Immigration & Citizenship Law News South Africa

Final extension for Zim Exemption Permits

Zimbabwean Exemption Permits (ZEP) have been extended for another six months and additional internal changes have been made to South Africa's visa processing system.
Image source: Vitaliy Vodolazskyy –
Image source: Vitaliy Vodolazskyy –

After careful consideration, the Minister of Home Affairs issued a directive on 2 September 2022 extending the exemption permits granted to Zimbabwean nationals for another six months, to allow them to apply for one of the visas in the Immigration Act, 13 of 2002 (Immigration Act).

The directive provides that the decision should be implemented as follows, during the extension period, from 31 December 2022 to 30 June 2023:

  • no holder of a ZEP may be arrested, ordered to depart, detained for deportation, or deported in terms of section 34 of the Immigration Act (deportation and detention of illegal foreigners);
  • the holder of a ZEP may not be dealt with in terms of sections 29 (prohibited persons), 30 (undesirable persons) and 32 (illegal foreigners) of the Immigration Act;
  • the holder of a ZEP may enter or depart from South Africa in terms of section 9 of the Immigration Act, provided that they comply with all other requirements for entry into and departure from the country; and
  • no holder of a ZEP should be required to produce: (i) a valid exemption certificate; or (ii) an authorisation letter to remain in South Africa when applying for any category of visa, including a temporary residence visa.

Image source: welcomia –
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The decision was made because only a handful of Zimbabwean nationals have applied for a different visa and/or waivers. The Minister is urging all affected Zimbabwean nationals to use the extended window and not to wait until the last minute to apply for a new visa, as set out in the Immigration Act. The Minister said there would be no further extension.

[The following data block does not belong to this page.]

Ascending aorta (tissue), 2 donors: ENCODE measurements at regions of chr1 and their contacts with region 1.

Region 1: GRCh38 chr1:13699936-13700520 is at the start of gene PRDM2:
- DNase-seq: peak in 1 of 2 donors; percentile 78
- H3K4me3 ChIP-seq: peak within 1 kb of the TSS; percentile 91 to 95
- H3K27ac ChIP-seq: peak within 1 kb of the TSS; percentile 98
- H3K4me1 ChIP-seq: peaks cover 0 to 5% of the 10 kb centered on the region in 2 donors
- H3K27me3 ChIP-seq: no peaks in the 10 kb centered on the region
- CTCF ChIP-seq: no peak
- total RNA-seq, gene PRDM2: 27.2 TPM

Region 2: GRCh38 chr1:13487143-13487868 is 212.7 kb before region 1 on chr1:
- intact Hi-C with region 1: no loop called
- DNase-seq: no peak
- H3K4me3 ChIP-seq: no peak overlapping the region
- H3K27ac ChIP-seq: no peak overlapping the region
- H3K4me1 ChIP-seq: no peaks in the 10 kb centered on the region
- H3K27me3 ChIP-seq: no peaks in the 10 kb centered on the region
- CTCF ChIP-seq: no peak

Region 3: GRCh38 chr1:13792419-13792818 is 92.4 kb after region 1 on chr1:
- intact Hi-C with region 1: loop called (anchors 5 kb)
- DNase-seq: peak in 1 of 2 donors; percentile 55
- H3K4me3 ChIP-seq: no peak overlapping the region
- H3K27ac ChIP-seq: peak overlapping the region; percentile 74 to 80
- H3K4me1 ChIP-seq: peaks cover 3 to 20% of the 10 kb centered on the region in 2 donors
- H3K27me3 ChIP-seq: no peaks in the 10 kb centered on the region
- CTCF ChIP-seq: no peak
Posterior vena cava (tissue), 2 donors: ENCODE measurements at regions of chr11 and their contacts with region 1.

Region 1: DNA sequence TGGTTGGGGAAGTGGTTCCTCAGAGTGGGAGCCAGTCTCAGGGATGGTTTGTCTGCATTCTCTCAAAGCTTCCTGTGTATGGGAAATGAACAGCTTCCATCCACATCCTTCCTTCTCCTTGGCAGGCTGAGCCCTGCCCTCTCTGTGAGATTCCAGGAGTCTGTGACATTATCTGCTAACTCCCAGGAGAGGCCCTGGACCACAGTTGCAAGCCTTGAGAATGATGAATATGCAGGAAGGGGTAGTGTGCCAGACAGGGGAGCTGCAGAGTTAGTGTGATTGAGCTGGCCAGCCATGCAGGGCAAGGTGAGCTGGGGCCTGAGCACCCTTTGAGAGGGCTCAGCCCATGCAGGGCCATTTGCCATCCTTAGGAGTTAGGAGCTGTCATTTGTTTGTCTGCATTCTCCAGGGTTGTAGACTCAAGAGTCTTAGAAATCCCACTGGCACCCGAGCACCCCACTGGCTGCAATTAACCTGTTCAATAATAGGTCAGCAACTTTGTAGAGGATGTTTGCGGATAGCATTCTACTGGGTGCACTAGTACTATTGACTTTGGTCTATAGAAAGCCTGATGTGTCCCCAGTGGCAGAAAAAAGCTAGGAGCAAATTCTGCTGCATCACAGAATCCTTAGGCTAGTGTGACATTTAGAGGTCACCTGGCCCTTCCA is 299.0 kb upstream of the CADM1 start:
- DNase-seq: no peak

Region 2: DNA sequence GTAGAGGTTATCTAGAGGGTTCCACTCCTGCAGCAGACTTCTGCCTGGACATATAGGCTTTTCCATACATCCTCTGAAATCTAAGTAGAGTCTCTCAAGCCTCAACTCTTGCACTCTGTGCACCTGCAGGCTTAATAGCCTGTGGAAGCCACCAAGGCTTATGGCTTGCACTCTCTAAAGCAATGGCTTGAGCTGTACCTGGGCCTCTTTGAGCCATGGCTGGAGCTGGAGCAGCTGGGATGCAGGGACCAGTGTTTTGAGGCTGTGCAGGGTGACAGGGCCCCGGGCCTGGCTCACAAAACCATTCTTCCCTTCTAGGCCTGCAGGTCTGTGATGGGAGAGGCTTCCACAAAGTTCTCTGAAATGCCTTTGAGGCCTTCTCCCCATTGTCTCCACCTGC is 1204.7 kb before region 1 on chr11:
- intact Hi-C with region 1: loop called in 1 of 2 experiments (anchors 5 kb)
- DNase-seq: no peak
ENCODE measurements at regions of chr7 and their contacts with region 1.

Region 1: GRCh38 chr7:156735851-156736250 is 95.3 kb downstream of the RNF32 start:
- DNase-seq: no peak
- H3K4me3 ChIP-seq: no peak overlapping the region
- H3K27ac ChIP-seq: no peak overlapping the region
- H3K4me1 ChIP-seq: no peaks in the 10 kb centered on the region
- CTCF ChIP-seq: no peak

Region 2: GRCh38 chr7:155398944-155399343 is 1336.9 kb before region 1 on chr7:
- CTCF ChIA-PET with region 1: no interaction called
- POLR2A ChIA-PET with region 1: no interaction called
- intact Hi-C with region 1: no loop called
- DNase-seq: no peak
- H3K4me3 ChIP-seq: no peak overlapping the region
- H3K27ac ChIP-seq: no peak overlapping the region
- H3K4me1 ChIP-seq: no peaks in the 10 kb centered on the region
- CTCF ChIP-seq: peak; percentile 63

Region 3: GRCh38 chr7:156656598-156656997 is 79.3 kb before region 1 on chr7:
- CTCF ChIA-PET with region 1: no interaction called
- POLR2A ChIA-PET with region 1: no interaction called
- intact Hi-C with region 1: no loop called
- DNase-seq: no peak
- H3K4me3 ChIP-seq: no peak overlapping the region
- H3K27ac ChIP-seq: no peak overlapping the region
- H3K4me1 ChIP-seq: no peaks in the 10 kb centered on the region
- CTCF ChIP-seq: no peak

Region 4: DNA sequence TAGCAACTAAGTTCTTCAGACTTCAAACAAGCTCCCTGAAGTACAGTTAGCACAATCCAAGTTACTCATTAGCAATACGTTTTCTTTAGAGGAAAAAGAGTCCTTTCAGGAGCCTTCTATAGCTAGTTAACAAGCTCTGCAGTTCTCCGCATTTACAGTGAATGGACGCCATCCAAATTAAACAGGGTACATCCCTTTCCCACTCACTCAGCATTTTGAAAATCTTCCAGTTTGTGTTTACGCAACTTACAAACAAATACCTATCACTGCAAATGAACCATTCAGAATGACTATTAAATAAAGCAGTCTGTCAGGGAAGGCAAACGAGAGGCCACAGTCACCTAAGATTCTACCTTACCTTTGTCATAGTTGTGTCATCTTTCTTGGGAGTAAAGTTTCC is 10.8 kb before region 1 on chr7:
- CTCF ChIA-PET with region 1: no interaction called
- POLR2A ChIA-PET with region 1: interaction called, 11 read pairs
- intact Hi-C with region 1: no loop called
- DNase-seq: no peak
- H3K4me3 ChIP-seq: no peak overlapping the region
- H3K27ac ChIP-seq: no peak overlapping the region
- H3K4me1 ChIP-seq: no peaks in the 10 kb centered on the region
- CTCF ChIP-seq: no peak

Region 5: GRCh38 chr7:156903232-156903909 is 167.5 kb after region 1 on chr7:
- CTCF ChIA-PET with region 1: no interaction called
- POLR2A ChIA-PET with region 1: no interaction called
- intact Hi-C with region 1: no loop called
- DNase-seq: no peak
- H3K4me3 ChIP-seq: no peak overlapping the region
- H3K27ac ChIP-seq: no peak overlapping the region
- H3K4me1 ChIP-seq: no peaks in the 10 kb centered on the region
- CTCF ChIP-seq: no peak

On 8 June 2022, the Minister also announced a complete overhaul of South Africa's immigration system, which was discussed in a previous Alert. The area of change the Department of Home Affairs (DHA) has focused on is long-term visa applications by foreign nationals wishing to stay in South Africa for longer than three months. This change resulted in a backlog in all processing of visa applications.

On 1 September 2022, an internal change was made. The decision to adjudicate visa applications in South Africa was withdrawn because immediate outcomes are often required to ensure that foreign nationals may lawfully enter and depart from the country.

Many Zimbabweans may find themselves unlawfully in the country from 1 January 2023, unless the Helen Suzman Foundation wins a case it has launched. Archive photo: Joseph Chirume / GroundUp
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Foreign nationals will still have to apply for their visas at the relevant South African mission abroad. The officials at those overseas missions have been instructed to adopt a risk-based approach towards every application, and to follow a checklist when adjudicating any application. Officials are required to complete a Reporting Document for every visa issued, which must be submitted to the relevant Regional Co-ordinator at the DHA, accompanied by daily statistics.

Based on the new internal changes, which are effective from 1 September 2022, foreign nationals can now heave a sigh of relief, as the processing times on visa applications should now revert to those indicated on the websites of the relevant South African missions abroad.

About Nivaani Moodley and Bianca Rutherfoord-Jones

Nivaani Moodley, Partner & Bianca Rutherfoord-Jones, Immigration Specialist from Webber Wentzel
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